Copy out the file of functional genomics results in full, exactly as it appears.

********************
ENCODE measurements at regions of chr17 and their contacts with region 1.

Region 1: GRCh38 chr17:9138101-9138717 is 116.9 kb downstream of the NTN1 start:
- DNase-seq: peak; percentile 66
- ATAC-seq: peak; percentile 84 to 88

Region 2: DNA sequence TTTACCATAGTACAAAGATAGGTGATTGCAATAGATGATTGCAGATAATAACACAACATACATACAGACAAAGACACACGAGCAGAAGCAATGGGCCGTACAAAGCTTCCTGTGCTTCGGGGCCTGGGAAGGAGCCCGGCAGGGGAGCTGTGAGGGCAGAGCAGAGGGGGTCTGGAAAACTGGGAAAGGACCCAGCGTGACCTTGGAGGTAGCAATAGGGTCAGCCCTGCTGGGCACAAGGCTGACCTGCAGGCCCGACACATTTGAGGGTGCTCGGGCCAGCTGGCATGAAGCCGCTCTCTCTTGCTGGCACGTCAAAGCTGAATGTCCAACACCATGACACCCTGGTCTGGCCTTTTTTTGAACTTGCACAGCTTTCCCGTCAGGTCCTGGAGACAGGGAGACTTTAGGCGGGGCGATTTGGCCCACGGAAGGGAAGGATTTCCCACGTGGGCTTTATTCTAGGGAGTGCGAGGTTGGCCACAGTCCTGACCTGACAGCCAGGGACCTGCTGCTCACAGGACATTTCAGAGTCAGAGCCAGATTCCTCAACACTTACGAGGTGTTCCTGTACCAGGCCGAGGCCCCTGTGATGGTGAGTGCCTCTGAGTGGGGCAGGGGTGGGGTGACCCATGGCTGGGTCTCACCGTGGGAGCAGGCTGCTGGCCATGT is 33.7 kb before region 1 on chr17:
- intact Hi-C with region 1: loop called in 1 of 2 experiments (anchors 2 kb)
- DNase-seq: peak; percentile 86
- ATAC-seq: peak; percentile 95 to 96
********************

ENCODE measurements at regions of chr17 and their contacts with region 1.

Region 1: GRCh38 chr17:9138101-9138717 is 116.9 kb downstream of the NTN1 start:
- DNase-seq: peak; percentile 66
- ATAC-seq: peak; percentile 84 to 88

Region 2: DNA sequence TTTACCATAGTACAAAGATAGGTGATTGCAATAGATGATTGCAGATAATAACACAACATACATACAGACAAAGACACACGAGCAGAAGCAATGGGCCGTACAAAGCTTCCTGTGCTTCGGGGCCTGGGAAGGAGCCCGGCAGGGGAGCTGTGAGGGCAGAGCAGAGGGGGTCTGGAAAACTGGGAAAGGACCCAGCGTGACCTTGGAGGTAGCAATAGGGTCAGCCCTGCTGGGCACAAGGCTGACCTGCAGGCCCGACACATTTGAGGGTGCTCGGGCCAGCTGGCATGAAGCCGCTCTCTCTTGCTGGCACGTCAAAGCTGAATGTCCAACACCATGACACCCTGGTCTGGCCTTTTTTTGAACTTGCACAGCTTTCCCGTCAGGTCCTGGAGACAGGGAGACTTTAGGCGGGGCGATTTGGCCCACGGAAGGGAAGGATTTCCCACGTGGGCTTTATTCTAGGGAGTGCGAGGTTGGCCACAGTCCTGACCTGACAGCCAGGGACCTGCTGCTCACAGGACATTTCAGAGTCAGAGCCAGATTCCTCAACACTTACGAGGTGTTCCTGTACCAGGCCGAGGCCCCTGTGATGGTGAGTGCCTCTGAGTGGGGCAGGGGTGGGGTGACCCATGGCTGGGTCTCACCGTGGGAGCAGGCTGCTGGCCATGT is 33.7 kb before region 1 on chr17:
- intact Hi-C with region 1: loop called in 1 of 2 experiments (anchors 2 kb)
- DNase-seq: peak; percentile 86
- ATAC-seq: peak; percentile 95 to 96